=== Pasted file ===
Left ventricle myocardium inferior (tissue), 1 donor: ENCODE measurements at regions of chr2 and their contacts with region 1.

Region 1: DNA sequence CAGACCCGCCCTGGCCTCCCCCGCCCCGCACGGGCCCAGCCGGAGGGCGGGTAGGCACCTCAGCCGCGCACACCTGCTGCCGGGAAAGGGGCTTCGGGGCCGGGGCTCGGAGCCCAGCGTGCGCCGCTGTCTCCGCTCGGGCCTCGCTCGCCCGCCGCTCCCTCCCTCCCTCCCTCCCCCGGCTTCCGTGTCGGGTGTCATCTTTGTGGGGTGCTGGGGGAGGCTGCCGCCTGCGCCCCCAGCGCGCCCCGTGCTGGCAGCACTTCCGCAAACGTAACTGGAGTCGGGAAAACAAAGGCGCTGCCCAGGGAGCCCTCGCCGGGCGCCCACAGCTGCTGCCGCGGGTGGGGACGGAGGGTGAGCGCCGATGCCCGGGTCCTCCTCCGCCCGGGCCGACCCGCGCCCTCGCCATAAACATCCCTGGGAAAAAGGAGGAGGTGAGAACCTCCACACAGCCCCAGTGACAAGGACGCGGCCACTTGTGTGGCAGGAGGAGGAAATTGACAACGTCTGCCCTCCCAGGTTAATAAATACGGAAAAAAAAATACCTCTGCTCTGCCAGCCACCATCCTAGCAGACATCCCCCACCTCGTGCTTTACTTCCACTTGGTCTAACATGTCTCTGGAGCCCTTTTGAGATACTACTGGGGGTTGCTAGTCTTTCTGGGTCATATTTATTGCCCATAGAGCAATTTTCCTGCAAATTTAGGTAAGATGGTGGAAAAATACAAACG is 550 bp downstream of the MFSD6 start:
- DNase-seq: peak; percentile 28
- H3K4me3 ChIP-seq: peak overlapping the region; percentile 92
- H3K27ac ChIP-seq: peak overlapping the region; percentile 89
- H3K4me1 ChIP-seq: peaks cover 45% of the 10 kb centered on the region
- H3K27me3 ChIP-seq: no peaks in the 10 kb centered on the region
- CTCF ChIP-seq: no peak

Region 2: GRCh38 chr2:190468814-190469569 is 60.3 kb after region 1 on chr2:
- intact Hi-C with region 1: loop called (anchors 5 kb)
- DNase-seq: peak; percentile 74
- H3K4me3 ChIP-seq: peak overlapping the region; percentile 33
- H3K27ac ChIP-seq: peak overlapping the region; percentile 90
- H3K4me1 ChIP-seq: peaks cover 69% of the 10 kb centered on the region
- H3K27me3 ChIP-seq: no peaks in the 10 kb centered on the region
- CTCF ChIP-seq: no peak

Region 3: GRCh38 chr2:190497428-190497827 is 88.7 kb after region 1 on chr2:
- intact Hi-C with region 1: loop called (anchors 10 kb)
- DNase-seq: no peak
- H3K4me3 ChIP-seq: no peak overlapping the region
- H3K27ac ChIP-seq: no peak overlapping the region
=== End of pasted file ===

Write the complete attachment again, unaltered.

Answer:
Left ventricle myocardium inferior (tissue), 1 donor: ENCODE measurements at regions of chr2 and their contacts with region 1.

Region 1: DNA sequence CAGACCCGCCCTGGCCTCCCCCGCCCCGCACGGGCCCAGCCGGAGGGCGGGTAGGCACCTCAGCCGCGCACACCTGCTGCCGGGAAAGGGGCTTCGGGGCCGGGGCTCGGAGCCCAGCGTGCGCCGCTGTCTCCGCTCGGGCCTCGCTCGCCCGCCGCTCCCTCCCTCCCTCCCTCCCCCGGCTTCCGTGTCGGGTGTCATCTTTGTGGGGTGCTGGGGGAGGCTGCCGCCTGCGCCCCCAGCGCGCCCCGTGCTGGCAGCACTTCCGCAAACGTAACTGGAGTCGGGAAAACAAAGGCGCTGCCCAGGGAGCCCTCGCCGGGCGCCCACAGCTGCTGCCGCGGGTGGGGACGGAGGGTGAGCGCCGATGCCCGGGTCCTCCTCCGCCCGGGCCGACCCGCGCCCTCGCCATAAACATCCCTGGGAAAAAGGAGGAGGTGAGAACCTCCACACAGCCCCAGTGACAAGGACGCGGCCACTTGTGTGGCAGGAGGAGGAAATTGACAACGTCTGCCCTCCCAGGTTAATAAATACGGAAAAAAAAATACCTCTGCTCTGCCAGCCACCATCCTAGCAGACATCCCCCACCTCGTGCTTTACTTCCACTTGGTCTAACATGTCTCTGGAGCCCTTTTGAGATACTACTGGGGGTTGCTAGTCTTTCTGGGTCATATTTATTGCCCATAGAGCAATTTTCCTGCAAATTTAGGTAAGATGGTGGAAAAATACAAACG is 550 bp downstream of the MFSD6 start:
- DNase-seq: peak; percentile 28
- H3K4me3 ChIP-seq: peak overlapping the region; percentile 92
- H3K27ac ChIP-seq: peak overlapping the region; percentile 89
- H3K4me1 ChIP-seq: peaks cover 45% of the 10 kb centered on the region
- H3K27me3 ChIP-seq: no peaks in the 10 kb centered on the region
- CTCF ChIP-seq: no peak

Region 2: GRCh38 chr2:190468814-190469569 is 60.3 kb after region 1 on chr2:
- intact Hi-C with region 1: loop called (anchors 5 kb)
- DNase-seq: peak; percentile 74
- H3K4me3 ChIP-seq: peak overlapping the region; percentile 33
- H3K27ac ChIP-seq: peak overlapping the region; percentile 90
- H3K4me1 ChIP-seq: peaks cover 69% of the 10 kb centered on the region
- H3K27me3 ChIP-seq: no peaks in the 10 kb centered on the region
- CTCF ChIP-seq: no peak

Region 3: GRCh38 chr2:190497428-190497827 is 88.7 kb after region 1 on chr2:
- intact Hi-C with region 1: loop called (anchors 10 kb)
- DNase-seq: no peak
- H3K4me3 ChIP-seq: no peak overlapping the region
- H3K27ac ChIP-seq: no peak overlapping the region